Recurrent DNA copy number variation in the laboratory mouse

Article metrics

Abstract

Different species, populations and individuals vary considerably in the copy number of discrete segments of their genomes. The manner and frequency with which these genetic differences arise over generational time is not well understood. Taking advantage of divergence among lineages sharing a recent common ancestry, we have conducted a genome-wide analysis of spontaneous copy number variation (CNV) in the laboratory mouse. We used high-resolution microarrays to identify 38 CNVs among 14 colonies of the C57BL/6 strain spanning 967 generations of inbreeding, and we examined these loci in 12 additional strains. It is clear from our results that many CNVs arise through a highly nonrandom process: 18 of 38 were the product of recurrent mutation, and rates of change varied roughly four orders of magnitude across different loci. Recurrent CNVs are found throughout the genome, affect 43 genes and fluctuate in copy number over mere hundreds of generations, observations that raise questions about their contribution to natural variation.

Access optionsAccess options

Rent or Buy article

Get time limited or full article access on ReadCube.

from$8.99

All prices are NET prices.

Figure 1: Examples of microarray data for three substrains at six loci, demonstrating representative data quality and experimental design.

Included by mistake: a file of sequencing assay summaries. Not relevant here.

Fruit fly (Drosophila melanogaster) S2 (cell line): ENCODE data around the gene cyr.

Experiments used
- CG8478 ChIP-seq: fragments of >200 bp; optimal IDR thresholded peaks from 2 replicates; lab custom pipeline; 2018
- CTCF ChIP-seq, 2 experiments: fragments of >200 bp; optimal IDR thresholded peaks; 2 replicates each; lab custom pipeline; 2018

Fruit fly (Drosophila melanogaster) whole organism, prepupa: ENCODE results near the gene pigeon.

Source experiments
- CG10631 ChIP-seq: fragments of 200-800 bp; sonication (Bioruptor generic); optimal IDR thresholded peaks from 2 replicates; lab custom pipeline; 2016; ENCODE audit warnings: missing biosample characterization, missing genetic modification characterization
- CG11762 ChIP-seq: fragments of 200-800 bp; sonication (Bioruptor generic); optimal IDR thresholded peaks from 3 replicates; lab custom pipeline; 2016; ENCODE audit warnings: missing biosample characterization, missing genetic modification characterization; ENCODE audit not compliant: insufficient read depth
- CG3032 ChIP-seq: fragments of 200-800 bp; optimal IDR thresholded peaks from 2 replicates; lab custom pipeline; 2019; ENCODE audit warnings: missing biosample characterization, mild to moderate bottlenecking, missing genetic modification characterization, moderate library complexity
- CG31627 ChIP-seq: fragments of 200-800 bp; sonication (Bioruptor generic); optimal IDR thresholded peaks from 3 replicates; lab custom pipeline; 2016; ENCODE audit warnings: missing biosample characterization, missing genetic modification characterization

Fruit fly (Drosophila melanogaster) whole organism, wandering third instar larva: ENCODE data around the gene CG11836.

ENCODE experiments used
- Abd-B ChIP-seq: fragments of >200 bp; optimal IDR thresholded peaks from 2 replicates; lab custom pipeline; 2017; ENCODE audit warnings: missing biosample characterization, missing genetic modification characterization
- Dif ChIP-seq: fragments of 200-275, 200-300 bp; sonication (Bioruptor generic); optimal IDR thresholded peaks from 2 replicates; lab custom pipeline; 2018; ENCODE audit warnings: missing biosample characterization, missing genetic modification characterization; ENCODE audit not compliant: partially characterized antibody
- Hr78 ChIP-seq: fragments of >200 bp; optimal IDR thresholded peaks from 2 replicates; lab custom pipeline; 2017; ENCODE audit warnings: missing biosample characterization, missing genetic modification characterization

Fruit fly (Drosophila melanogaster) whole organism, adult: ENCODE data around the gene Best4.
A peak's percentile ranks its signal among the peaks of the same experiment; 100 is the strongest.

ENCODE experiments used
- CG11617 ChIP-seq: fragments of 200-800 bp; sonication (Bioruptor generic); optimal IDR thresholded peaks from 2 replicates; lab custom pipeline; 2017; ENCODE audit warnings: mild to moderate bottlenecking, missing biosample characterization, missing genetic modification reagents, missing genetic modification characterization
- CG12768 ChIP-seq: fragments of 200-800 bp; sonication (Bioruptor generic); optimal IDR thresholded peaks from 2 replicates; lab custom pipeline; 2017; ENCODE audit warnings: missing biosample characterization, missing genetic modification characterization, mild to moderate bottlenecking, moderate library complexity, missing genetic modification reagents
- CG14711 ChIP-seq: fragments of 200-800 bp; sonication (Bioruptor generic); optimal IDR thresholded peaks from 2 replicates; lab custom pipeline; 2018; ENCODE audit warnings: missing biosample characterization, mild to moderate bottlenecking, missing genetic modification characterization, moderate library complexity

Figure 2: Distribution of CNVs relative to the strain genealogy.

Accession codes

Accessions

Gene Expression Omnibus

References

  1. 1

    Bailey, J.A. & Eichler, E.E. Primate segmental duplications: crucibles of evolution, diversity and disease. Nat. Rev. Genet. 7, 552–564 (2006).

  2. 2

    Sebat, J. et al. Large-scale copy number polymorphism in the human genome. Science 305, 525–528 (2004).

  3. 3

    Iafrate, A.J. et al. Detection of large-scale variation in the human genome. Nat. Genet. 36, 949–951 (2004).

  4. 4

    Tuzun, E. et al. Fine-scale structural variation of the human genome. Nat. Genet. 37, 727–732 (2005).

  5. 5

    McCarroll, S.A. et al. Common deletion polymorphisms in the human genome. Nat. Genet. 38, 86–92 (2006).

  6. 6

    Hinds, D.A., Kloek, A.P., Jen, M., Chen, X.Y. & Frazer, K.A. Common deletions and SNPs are in linkage disequilibrium in the human genome. Nat. Genet. 38, 82–85 (2006).

  7. 7

    Conrad, D.F., Andrews, T.D., Carter, N.P., Hurles, M.E. & Pritchard, J.K. A high-resolution survey of deletion polymorphism in the human genome. Nat. Genet. 38, 75–81 (2006).

  8. 8

    Locke, D.P. et al. Linkage disequilibrium and heritability of copy-number polymorphisms within duplicated regions of the human genome. Am. J. Hum. Genet. 79, 275–290 (2006).

  9. 9

    Redon, R. et al. Global variation in copy number in the human genome. Nature 444, 444–454 (2006).

  10. 10

    Perry, G.H. et al. Hotspots for copy number variation in chimpanzees and humans. Proc. Natl. Acad. Sci. USA 103, 8006–8011 (2006).

  11. 11

    Li, J. et al. Genomic segmental polymorphisms in inbred mouse strains. Nat. Genet. 36, 952–954 (2004).

  12. 12

    Snijders, A.M. et al. Mapping segmental and sequence variations among laboratory mice using BAC array CGH. Genome Res. 15, 302–311 (2005).

  13. 13

    van Ommen, G.J. Frequency of new copy number variation in humans. Nat. Genet. 37, 333–334 (2005).

  14. 14

    Hollies, C.R., Monckton, D.G. & Jeffreys, A.J. Attempts to detect retrotransposition and de novo deletion of Alus and other dispersed repeats at specific loci in the human genome. Eur. J. Hum. Genet. 9, 143–146 (2001).

  15. 15

    Han, L.L., Keller, M.P., Navidi, W., Chance, P.F. & Arnheim, N. Unequal exchange at the Charcot-Marie-Tooth disease type 1A recombination hot-spot is not elevated above the genome average rate. Hum. Mol. Genet. 9, 1881–1889 (2000).

  16. 16